Sunday, July 8, 2007
VV Kumar - The all time great leggie turns 72 but his passion and love for Cricket remains
"Nari Contractor did not want to expose too much of the leggie to the Englishmen and wanted to reserve VV Kumar for the Kanpur test. But he never bowled again in Tests!!!".
Viswanathan Vaman Kumar (VV Kumar) turned 72 last week but when you meet him its easy to find as to why age is no deterrent to this all time great leggie. He can still turn his arm over and make the youngsters dance to his ‘looping spin’. His eyes lighten up when you talk to him about ‘loop and turn’ and he instantly hits back saying “That was our foundation, but is a forgotten word these days.”
30 years after his retirement from first class cricket, VV Kumar can still bowl 15 overs at a stretch at the nets and can still make the ball turn and bounce.
When quipped on this, he says “When you do something that is close to your heart, you don’t feel the tiredness. When I played, I enjoyed the game. Total commitment combined with the spirit of enjoyment is my secret.”
At the net sessions, Venkat and I used to bowl to all the batsmen without a break, and we enjoyed it.
During the 1960s and 70s, which he calls the Golden Era of TN cricket, VV Kumar and Venkataraghavan spun many a team out, working in tandem, after Kalli (Kalyanasundaram) had done the early damage.
VV Kumar says with pride, “Look at the score cards of the 1960s and 70s and you will find very few big scores by the opposition. Such was our bowling strength.”
Why did he choose Spin Bowling
I ask him how he took up to spin bowling. VV Kumar is convinced that spinners are made not born. VV Kumar narrates the event that took place inside his house that got him interested in spin bowling in the late 1940s. “When I was in School (VV studied in PS High School, Mylapore, Madras), I had this habit of collecting different kinds of balls- Golf balls, Hockey balls, Polo balls, Tennis balls, Cork balls. One day, when in the 3rd Form, I threw a golf ball on the wall like an off spin and found that the ball came back with an opposite spin (leg spin). I was quite intrigued with that, but didn’t delve too much into that, except the thought that if the Golf ball could do this much, why not a cricket ball. And that was when I decided to take up leg spin.”
VV Kumar started playing cricket in 1948 at the age of 13.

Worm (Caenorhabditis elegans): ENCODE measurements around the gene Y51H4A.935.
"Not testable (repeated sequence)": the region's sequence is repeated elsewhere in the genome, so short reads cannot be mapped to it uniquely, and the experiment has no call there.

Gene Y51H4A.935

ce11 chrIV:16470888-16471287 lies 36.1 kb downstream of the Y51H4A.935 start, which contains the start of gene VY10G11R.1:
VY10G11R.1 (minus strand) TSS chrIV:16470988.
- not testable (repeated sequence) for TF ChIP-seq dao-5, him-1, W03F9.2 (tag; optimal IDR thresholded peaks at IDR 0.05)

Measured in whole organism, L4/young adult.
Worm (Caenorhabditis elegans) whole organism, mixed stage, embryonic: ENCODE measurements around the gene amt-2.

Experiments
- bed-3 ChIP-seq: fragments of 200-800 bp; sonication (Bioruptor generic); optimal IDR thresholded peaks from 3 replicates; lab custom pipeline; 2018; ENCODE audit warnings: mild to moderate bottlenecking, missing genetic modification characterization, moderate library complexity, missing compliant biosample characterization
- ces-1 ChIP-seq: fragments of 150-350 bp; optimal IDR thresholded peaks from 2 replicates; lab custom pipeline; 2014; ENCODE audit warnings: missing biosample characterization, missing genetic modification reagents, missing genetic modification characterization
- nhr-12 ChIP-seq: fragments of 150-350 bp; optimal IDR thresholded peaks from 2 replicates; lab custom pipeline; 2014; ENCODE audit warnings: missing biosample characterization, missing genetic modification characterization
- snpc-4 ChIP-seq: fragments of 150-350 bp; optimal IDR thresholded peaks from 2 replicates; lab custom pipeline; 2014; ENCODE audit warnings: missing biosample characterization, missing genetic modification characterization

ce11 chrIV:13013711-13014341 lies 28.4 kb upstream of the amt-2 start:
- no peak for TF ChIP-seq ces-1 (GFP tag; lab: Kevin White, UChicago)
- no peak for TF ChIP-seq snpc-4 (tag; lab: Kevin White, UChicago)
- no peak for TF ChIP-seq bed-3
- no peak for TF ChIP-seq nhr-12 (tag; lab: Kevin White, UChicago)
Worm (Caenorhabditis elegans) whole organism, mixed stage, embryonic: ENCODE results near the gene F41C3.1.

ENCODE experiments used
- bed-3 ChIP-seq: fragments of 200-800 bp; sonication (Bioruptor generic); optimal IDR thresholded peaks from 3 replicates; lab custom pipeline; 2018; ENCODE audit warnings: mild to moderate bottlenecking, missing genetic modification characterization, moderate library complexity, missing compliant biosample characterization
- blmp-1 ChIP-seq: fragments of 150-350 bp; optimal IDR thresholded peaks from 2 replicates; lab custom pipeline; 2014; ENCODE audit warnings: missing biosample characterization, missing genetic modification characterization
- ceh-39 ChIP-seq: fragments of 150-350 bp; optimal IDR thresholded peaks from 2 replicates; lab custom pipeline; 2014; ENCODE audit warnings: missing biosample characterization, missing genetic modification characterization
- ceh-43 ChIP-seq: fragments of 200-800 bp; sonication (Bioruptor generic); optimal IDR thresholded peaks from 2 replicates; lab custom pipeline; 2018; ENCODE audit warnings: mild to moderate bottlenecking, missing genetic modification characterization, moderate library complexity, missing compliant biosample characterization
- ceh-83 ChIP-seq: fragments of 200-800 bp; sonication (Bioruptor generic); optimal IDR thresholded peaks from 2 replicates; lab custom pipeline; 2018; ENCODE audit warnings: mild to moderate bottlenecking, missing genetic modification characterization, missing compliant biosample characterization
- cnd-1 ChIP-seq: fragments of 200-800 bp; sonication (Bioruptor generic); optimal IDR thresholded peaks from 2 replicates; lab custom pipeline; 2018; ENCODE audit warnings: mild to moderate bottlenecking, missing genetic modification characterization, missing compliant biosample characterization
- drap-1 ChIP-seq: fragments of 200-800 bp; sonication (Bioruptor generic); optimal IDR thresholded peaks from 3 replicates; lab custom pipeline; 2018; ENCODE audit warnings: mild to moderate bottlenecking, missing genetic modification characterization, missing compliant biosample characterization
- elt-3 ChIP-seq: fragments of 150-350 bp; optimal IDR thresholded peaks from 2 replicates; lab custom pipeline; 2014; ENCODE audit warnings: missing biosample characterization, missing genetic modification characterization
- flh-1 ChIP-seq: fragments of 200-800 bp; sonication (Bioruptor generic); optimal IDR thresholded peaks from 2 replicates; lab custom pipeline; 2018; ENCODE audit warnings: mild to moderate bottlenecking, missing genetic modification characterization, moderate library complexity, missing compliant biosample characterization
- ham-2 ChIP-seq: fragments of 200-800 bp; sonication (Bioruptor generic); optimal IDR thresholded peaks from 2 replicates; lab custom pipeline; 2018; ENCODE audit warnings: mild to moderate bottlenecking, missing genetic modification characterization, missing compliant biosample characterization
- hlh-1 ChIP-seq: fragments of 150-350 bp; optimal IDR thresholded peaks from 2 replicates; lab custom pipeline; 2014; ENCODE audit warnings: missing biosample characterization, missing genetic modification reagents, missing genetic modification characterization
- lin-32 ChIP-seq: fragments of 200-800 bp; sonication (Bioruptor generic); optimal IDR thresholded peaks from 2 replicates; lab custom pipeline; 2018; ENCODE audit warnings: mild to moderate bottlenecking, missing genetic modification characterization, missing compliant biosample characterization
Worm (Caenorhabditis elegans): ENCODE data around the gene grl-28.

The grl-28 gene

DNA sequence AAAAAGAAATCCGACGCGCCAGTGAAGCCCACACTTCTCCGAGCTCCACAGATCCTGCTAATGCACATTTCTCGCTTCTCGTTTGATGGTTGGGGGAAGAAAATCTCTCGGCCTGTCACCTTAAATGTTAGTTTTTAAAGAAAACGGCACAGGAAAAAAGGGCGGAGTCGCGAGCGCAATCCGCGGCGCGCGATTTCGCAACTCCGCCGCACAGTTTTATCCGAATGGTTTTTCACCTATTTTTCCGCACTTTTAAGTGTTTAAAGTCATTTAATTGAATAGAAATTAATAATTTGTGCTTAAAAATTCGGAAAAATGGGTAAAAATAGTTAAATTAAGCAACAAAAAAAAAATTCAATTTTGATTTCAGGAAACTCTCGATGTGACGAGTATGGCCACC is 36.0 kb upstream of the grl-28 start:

Did he look up to someone in his early days? Vaman Kumar says, “No. We were our own inspiration. There were no coaches like you have today. We were guided by the absolute truth that ‘ we can deliver the goods and we can just do it’.”
In those days, school cricket was very strong and very competitive. There were about 7-8 schools which competed fiercely with each other- Hindu School, RKM, Doveton Corie, PS Higher Secondary.
College Cricket and Ranji Debut
VV played for Vivekananda College(he graduated in Science) and that was a very productive period for him. VV Kumar has several happy memories of his college days. He recounts with pride the fact that his Vivekananda College principal used to come in his bike to watch him play. “It used to be a great motivator for all of us when our principal came and encouraged us. And the prize for a win was a sumptuous meal at the restaurant.”
“No praise is too high for my School and College teachers-they were so affectionate towards me. I had a lot of encouraging words from my teacher and that made a big difference early on in my career.”
VV Kumar goes deeper into this, “It was my teachers and professors that were a great source of motivation for me. Many of them went out of their way to encourage me. They even took extra classes to help catch up on ‘missed lessons.’ With such an inspiration, I didn’t have to look too far out to give it my best shot in cricket.”
The varsity games helped him graduate into state cricket. He was studying law when VV Kumar got the Ranji call. He made his Ranji Debut in 1956 and went on to play for the next 20 years, collecting 599 wickets(in all forms of the game) during this period.
Those days Ranji matches were over 3 days of 5 ½ hours duration each. This threw in the challenge to take 20 wickets to win a match. That was our big motivation – To bowl out our opposition twice in 3 days.
Propelling him into the next level